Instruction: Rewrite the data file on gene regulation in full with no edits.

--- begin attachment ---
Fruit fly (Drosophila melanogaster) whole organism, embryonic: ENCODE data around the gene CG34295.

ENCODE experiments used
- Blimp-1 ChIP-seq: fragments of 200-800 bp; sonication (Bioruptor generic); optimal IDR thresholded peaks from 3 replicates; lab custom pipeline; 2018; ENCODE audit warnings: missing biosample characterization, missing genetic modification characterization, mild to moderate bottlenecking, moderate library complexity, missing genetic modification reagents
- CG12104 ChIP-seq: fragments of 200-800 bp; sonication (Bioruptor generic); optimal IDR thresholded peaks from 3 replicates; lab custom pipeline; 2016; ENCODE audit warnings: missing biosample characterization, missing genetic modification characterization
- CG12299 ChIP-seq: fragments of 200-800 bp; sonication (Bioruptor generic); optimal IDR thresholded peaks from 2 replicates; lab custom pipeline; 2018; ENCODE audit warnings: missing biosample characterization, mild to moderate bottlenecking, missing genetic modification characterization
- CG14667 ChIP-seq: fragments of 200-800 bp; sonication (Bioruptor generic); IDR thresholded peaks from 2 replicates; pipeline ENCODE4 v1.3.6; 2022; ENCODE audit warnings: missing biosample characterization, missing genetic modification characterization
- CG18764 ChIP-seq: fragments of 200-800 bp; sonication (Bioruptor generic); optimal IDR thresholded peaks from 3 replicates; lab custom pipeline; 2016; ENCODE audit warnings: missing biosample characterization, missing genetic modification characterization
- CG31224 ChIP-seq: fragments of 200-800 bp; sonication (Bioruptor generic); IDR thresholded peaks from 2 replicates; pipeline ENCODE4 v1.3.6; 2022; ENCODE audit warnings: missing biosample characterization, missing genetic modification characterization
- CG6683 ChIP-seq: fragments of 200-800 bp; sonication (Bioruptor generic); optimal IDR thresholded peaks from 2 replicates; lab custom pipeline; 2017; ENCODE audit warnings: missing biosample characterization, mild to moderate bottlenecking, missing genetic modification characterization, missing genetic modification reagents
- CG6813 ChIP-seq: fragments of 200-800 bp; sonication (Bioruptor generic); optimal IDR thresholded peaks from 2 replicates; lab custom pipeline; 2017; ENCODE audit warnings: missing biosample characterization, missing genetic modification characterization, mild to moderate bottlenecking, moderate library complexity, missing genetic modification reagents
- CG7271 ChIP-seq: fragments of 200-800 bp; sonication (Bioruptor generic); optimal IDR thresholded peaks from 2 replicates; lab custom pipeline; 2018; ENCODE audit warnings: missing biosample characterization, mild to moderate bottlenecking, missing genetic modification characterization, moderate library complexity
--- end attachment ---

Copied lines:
Fruit fly (Drosophila melanogaster) whole organism, embryonic: ENCODE data around the gene CG34295.

ENCODE experiments used
- Blimp-1 ChIP-seq: fragments of 200-800 bp; sonication (Bioruptor generic); optimal IDR thresholded peaks from 3 replicates; lab custom pipeline; 2018; ENCODE audit warnings: missing biosample characterization, missing genetic modification characterization, mild to moderate bottlenecking, moderate library complexity, missing genetic modification reagents
- CG12104 ChIP-seq: fragments of 200-800 bp; sonication (Bioruptor generic); optimal IDR thresholded peaks from 3 replicates; lab custom pipeline; 2016; ENCODE audit warnings: missing biosample characterization, missing genetic modification characterization
- CG12299 ChIP-seq: fragments of 200-800 bp; sonication (Bioruptor generic); optimal IDR thresholded peaks from 2 replicates; lab custom pipeline; 2018; ENCODE audit warnings: missing biosample characterization, mild to moderate bottlenecking, missing genetic modification characterization
- CG14667 ChIP-seq: fragments of 200-800 bp; sonication (Bioruptor generic); IDR thresholded peaks from 2 replicates; pipeline ENCODE4 v1.3.6; 2022; ENCODE audit warnings: missing biosample characterization, missing genetic modification characterization
- CG18764 ChIP-seq: fragments of 200-800 bp; sonication (Bioruptor generic); optimal IDR thresholded peaks from 3 replicates; lab custom pipeline; 2016; ENCODE audit warnings: missing biosample characterization, missing genetic modification characterization
- CG31224 ChIP-seq: fragments of 200-800 bp; sonication (Bioruptor generic); IDR thresholded peaks from 2 replicates; pipeline ENCODE4 v1.3.6; 2022; ENCODE audit warnings: missing biosample characterization, missing genetic modification characterization
- CG6683 ChIP-seq: fragments of 200-800 bp; sonication (Bioruptor generic); optimal IDR thresholded peaks from 2 replicates; lab custom pipeline; 2017; ENCODE audit warnings: missing biosample characterization, mild to moderate bottlenecking, missing genetic modification characterization, missing genetic modification reagents
- CG6813 ChIP-seq: fragments of 200-800 bp; sonication (Bioruptor generic); optimal IDR thresholded peaks from 2 replicates; lab custom pipeline; 2017; ENCODE audit warnings: missing biosample characterization, missing genetic modification characterization, mild to moderate bottlenecking, moderate library complexity, missing genetic modification reagents
- CG7271 ChIP-seq: fragments of 200-800 bp; sonication (Bioruptor generic); optimal IDR thresholded peaks from 2 replicates; lab custom pipeline; 2018; ENCODE audit warnings: missing biosample characterization, mild to moderate bottlenecking, missing genetic modification characterization, moderate library complexity